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Assimilation

Stereotypes in the United States

The process of projecting ideas and fantasies is called stereotyping. Scholars have repeatedly demonstrated that stereotypes, in fact, have more to teach about the “stereotyper” than the “stereotyped.” In relations between minorities and majorities, particularly when a dominant group suppresses and limits another, those stereotypes play a crucial role in rationalizing the rights of the powerful over the powerless and in justifying why a group is despised.

Sarah Schenirer

As the founder of the Bais Ya’akov educational movement, Sarah Schenirer brought about a revolution in the status of women in Orthodox Judaism.

Salonika: Female Education at the end of the Nineteenth Century

The particular nature of Salonika Jewish society, exposed as it was to the progressive ideas of female education held by its Greek neighbors, was closely linked to local conditions. If there was still a place where it is certain that Jews did not suffer for their Jewish identity, it was undoubtedly Salonika. On the other hand the ease with which Salonikan Jewish society accepted and encouraged a new model of womanhood can only be explained by its compatibility with the local, traditional model.

Muriel Rukeyser

During her life, Muriel Rukeyser was often the center of controversy. Critics either loved or hated her; there was seemingly no middle ground. Her poetry sought to embody, with striking verbal and thematic juxtapositions, the unity she believed underlies a world seemingly disconnected.

Anne Roiphe

Novelist, journalist, and essayist Anne Roiphe was a respected contributor to the world of letters before moving away from assimilation toward an exploration of Jews and Jewish subjects.

Julia Richman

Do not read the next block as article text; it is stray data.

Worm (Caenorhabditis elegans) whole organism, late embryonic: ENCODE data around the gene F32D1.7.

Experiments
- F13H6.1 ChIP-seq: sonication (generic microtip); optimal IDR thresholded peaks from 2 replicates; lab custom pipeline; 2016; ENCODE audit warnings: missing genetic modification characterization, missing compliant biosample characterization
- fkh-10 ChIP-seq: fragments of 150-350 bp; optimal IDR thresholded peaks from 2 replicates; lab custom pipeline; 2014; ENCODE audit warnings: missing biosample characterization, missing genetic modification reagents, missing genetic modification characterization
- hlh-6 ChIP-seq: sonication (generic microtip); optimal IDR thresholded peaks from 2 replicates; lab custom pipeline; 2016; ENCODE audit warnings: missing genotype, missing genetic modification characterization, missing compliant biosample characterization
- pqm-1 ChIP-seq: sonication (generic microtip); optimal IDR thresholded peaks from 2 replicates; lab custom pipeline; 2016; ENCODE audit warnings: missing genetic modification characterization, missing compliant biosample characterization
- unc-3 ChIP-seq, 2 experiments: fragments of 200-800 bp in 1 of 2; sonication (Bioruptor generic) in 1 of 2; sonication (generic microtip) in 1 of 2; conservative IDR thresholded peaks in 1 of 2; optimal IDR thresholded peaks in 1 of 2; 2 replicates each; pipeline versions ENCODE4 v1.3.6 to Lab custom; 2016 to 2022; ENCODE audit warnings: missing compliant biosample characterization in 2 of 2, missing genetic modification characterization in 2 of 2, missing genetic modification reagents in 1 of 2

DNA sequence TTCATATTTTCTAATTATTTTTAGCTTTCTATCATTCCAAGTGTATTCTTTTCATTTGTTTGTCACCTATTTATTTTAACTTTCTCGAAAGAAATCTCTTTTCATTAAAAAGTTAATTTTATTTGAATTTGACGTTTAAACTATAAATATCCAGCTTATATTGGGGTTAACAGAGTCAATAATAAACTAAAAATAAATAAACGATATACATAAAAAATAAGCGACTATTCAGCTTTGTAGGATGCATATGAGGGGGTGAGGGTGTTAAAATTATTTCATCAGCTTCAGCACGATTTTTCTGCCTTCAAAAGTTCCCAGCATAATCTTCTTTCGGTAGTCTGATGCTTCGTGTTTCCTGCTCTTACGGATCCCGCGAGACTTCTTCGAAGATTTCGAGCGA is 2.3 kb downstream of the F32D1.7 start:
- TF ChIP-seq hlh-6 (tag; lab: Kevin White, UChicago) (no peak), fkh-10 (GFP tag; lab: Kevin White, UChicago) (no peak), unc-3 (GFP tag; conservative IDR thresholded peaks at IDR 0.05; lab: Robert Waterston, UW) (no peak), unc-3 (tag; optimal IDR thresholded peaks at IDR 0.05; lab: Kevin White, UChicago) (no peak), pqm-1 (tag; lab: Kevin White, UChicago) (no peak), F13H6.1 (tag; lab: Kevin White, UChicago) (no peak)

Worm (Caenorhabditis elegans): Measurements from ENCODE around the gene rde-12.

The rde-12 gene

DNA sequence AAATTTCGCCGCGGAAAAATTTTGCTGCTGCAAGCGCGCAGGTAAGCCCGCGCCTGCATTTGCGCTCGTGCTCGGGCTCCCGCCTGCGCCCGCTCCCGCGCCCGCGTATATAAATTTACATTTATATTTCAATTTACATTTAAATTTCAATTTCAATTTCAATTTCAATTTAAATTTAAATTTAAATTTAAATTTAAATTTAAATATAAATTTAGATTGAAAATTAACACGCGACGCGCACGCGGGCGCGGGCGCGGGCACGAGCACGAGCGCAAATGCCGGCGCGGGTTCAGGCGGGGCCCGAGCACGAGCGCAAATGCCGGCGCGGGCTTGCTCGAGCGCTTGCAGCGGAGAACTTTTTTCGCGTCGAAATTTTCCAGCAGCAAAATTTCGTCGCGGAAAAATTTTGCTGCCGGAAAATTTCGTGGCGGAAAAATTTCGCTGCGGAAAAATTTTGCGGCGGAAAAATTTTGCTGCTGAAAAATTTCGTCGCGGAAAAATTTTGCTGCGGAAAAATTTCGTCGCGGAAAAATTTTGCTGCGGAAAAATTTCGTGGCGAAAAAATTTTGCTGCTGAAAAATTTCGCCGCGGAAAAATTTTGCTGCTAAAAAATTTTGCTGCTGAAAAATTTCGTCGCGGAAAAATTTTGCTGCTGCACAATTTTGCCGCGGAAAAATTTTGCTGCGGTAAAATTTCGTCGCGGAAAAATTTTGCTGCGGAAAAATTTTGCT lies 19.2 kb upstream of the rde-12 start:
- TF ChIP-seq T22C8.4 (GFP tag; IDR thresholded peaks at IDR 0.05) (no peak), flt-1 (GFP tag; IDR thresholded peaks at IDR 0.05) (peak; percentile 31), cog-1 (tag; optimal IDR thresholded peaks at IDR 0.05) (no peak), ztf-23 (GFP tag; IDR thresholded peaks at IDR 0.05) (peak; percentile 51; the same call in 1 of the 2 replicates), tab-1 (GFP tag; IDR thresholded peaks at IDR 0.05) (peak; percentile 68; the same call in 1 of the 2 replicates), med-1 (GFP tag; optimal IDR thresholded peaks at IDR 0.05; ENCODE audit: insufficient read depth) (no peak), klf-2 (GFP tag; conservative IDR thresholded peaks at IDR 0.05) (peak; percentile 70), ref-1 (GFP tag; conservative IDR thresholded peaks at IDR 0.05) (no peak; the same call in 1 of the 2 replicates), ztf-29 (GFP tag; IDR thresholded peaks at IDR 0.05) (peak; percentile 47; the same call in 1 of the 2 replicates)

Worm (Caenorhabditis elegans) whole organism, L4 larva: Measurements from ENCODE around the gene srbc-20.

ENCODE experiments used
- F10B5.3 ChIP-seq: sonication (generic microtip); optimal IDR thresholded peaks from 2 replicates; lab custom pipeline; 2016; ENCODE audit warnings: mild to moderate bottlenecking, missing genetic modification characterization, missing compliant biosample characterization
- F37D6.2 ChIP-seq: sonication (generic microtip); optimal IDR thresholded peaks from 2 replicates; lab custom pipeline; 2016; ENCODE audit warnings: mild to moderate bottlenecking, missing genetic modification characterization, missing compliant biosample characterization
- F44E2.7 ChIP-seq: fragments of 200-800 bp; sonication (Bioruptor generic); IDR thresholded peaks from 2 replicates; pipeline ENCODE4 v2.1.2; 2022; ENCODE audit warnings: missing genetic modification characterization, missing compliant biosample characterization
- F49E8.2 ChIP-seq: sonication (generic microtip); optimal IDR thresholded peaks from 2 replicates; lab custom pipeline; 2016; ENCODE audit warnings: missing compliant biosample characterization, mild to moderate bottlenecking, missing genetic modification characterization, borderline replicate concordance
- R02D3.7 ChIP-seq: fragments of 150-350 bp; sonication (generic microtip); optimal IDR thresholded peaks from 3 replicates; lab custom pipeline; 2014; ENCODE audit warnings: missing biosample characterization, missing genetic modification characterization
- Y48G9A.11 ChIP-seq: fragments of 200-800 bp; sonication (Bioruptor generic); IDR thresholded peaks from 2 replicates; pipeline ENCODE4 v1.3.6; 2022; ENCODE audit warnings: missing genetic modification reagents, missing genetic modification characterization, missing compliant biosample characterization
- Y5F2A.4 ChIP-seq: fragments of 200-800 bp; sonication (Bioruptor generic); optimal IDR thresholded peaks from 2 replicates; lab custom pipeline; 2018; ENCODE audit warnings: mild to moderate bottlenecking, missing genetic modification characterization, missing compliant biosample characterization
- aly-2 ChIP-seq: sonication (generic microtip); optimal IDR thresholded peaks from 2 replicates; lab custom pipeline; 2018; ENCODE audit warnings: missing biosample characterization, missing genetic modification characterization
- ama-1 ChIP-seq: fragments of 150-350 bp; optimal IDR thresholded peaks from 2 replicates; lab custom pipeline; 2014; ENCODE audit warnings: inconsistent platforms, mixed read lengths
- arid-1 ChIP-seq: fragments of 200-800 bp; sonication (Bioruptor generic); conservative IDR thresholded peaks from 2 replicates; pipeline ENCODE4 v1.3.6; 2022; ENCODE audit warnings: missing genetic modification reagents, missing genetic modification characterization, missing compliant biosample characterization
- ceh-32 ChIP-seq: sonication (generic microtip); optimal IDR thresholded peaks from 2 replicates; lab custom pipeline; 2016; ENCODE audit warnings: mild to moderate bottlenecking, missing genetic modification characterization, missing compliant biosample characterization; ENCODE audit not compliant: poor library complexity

Learning the language of America came first, but Julia Richman wanted the schools to do much more. On her list were the establishment of kindergartens; cheap, nutritious lunches; playgrounds; health examinations; instruction in domestic science for girls and manual training for boys. She was not alone in advocating these initiatives, but when she was elevated to district superintendent of the Lower East Side schools in 1903, she was in a better position than most to put them into effect.

Gertrude Himmelfarb

Gertrude Himmelfarb has dedicated her long and noted career as a historian of ideas to the study of nineteenth-century Britain, an intellectual commitment that has been guided by a profound identification with the moral atmosphere of the Victorian era. Since earning her Ph.D. from the University of Chicago in 1950, Himmelfarb has maintained that the Victorian experience offers unique insights and lessons, immediate and even imperative, for the problems that haunt the modern world. In the 1950s, it was the specter of totalitarianism; in the 1990s, the plight of American inner cities.

Elizabeth Stern

Elizabeth Stern achieved success within a number of realms and balanced a number of competing roles: fiction writer, journalist, social worker, wife, mother, and an American woman leading a secular life who examined the importance of cultural heritage.

Dorothea Mendelssohn Schlegel

Dorothea Schlegel was an industrious author, editor, translator, and reviewer. But because she never signed her writings with her own name, she gained little recognition during her lifetime. This intelligent and spirited woman entered the world as the eldest daughter of the pride of the European Haskalah, Moses Mendelssohn.

Poland: Interwar

Like every other historical analysis of interwar Polish Jewry, the story of Jewish women is a story interrupted tragically by the destruction of Polish Jewry in the Holocaust. Many of the trends discussed above had just begun to make their mark on the nature of that three million strong community. Nevertheless, they are still deserving of scholarly attention. Unless and until the missing fifty-two percent of Polish Jews are factored into the historical narrative, that story will remain incomplete.

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How to cite this page

Jewish Women's Archive. "Assimilation." (Viewed on December 18, 2017) <https://jwa.org/topics/assimilation>.

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